[ame=http://www.youtube.com/watch?v=RBvWoT_s-R8]Crazy Plane Ride - YouTube[/ame]
 

Tone deaf

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I've flown over 1 million air miles, had 4 or 5 emergency landings (dumping fuel, etc). Every time there has been an issue, the pros up front have gotten up on the ground, safely. I've seen a couple of hostesses hit the ceiling in turbulence. Nothing like coming into land on a perfectly still, smoking hot day.
 

Thumpalumpacus

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I try for the over-wing exit row if at all possible - for the room as much as the head start for evacuation.
If not, I get a seat all the way at the back.

Several reasons for this.
1. You meet the cabin crew and dead-heading pilots.
2. Even if everybody survived a bad landing or big boo-boo, there's still a amtter of getting off the plane.
3. People usually go off the way they came on in a bad situation.
At the rear, I'm two big steps from exit doors most people never think of... :wave:

I usually wear cotton too - but it's 100% when I'm flying.

I'm with you, I like being near my doors. And I study them, too. But I still try to get in the last couple of rows, for safety and convenience both. (The safety part is pretty small -- less crowding at the extreme end, and the front is more likely to absorb the brunt of the impact energy -- it may not help much, but in a bad place like a crash, I want every goddamned thing on my side.)
 

Gin&Pentatonic

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I was going to reply with something along the lines of "flying is very safe". But lately after hearing, what seems like, a new story every week about a passenger, flight attendant, and even pilots completely losing their **** and screaming about terrorists and having to be subdued by other passengers, I'm not so sure how to respond. There are definitely potential risks when flying, but it seems like mechanical issues are the least of your worries. It's the other idiots and pyschopaths sitting in the seats next to you that make flying dangerous.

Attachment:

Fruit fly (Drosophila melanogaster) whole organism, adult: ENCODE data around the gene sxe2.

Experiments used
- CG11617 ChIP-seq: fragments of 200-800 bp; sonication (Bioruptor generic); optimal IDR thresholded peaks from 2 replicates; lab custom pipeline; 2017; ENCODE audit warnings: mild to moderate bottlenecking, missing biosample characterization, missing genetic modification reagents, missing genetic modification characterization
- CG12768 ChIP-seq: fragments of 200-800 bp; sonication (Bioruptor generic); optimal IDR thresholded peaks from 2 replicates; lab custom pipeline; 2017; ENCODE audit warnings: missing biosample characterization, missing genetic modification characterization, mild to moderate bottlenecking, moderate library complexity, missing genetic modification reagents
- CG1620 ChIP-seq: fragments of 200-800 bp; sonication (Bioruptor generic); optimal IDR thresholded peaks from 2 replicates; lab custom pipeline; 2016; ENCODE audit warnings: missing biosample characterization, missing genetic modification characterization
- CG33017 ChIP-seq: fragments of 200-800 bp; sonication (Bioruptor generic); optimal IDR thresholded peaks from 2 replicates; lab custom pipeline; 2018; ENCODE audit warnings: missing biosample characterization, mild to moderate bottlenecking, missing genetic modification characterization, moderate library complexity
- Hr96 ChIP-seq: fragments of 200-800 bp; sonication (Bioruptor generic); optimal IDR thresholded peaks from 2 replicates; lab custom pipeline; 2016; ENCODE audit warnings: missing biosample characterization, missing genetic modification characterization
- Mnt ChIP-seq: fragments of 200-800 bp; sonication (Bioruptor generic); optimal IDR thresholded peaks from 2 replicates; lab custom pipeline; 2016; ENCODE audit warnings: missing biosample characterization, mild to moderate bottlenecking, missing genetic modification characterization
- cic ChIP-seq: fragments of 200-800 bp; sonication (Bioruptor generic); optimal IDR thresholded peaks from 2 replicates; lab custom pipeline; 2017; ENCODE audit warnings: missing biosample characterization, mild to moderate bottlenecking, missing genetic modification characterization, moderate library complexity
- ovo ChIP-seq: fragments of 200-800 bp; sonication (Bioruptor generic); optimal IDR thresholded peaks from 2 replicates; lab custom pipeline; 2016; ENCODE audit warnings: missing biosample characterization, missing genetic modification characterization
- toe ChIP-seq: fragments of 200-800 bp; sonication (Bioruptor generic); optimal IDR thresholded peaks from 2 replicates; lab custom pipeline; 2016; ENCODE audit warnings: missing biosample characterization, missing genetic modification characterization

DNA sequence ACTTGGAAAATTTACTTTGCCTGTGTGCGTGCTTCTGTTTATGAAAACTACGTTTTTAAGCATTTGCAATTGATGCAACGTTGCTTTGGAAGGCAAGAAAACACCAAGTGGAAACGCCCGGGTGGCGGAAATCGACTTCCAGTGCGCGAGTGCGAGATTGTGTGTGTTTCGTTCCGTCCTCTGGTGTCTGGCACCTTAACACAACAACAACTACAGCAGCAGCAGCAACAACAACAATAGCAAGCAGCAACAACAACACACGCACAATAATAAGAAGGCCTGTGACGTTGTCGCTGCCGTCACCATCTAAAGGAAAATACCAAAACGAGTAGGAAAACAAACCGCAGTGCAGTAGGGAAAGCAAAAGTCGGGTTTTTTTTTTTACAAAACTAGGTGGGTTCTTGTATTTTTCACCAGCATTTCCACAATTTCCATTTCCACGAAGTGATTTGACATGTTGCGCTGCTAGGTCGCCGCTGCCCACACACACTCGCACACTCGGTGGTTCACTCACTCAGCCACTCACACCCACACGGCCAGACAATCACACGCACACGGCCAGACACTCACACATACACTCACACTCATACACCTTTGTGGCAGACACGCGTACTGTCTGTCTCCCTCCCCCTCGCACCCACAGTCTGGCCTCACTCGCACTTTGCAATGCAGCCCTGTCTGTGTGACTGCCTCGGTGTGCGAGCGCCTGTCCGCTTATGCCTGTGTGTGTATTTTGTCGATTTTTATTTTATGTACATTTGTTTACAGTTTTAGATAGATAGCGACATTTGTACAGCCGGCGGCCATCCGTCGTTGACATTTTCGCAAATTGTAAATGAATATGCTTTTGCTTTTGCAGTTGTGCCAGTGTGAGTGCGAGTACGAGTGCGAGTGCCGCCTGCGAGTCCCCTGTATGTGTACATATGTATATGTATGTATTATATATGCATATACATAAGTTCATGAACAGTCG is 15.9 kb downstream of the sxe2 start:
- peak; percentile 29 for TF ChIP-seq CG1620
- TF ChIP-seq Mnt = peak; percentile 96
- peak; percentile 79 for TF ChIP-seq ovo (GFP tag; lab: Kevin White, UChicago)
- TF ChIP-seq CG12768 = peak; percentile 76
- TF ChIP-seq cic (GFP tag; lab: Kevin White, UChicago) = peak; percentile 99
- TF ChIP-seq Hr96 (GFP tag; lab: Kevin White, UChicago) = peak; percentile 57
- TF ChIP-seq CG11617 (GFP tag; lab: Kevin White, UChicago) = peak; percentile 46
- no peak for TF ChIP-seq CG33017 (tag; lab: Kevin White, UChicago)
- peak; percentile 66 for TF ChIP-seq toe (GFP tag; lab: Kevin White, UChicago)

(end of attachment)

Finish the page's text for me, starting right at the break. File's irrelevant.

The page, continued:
RobertF

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Most people hate the idea of turbulence... me on the other hand, i quite like it. It's quite fun actually... because i know that turbulence will never do any harm./QUOTE]


You should check out the story of BOAC flight 911, a Boeing 707 that was broken up by clear air turbulence over Mt. Fiji, Japan in 1966.
 

kmk108

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I almost puked from turbulence while landing in Beijing last year. This year, multiple people DID puke on the landing in Beijing :laugh2: Even if it's normal, I don't like the feeling of turbulence, when it's more than a little shaking. The instant drops/raises don't do my stomach any good.

I used to get nervous on flights, but after flying to China twice and being on numerous other flights, getting through security bugs me more than the flights.
 

Phoenix59

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Seriously, I fly quite often, and, just something I dont feel the need to worry about. I figure if I had to drive (lets say the 2000 miles from LA to Mo.) I'd have a better chance getting into a car accident.

But, I'd also have a hell of alot better chance surviving the car accident :shock:

Depends...

14012008028.jpg
 

Sinster

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I always wear cotton as well, my wife and kids know to wear cotton.. Since I'm high on the food chain with AA and USAir freq flying programs. I'm always in the emergency exit row when I'm not in first class. When I'm in first class I know how many seats between me and the exit behind me. Most likely when I'm in first class I will be the first to go if the aircraft decides to hit the ground. My seat belt never comes off even if the "seat belt" sign is off. I also check to see how many fat f**kers are between me and my egress.

For those who don't know the reason why you have to put your seats and tray tables ups during take off and landing. If they were down and you had to leave the aircraft in a hurry, they become obstacles on your way out in case there was an emergency. Every seconds counts.
 

River

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When they say to buckle up - do it!
I buckle up even when they don't say to do it. Low and tight across my lap, to the point of feeling constipated.

I've seen too much not to.

And I cringe when I see all of those 50+ pound backpacks going into the overhead, 'cause I've seen them come out and do serious bodily damage to folks who packed right. If I had my way, we'd be using the overheads for extra flotation, not international gold bullion shipments.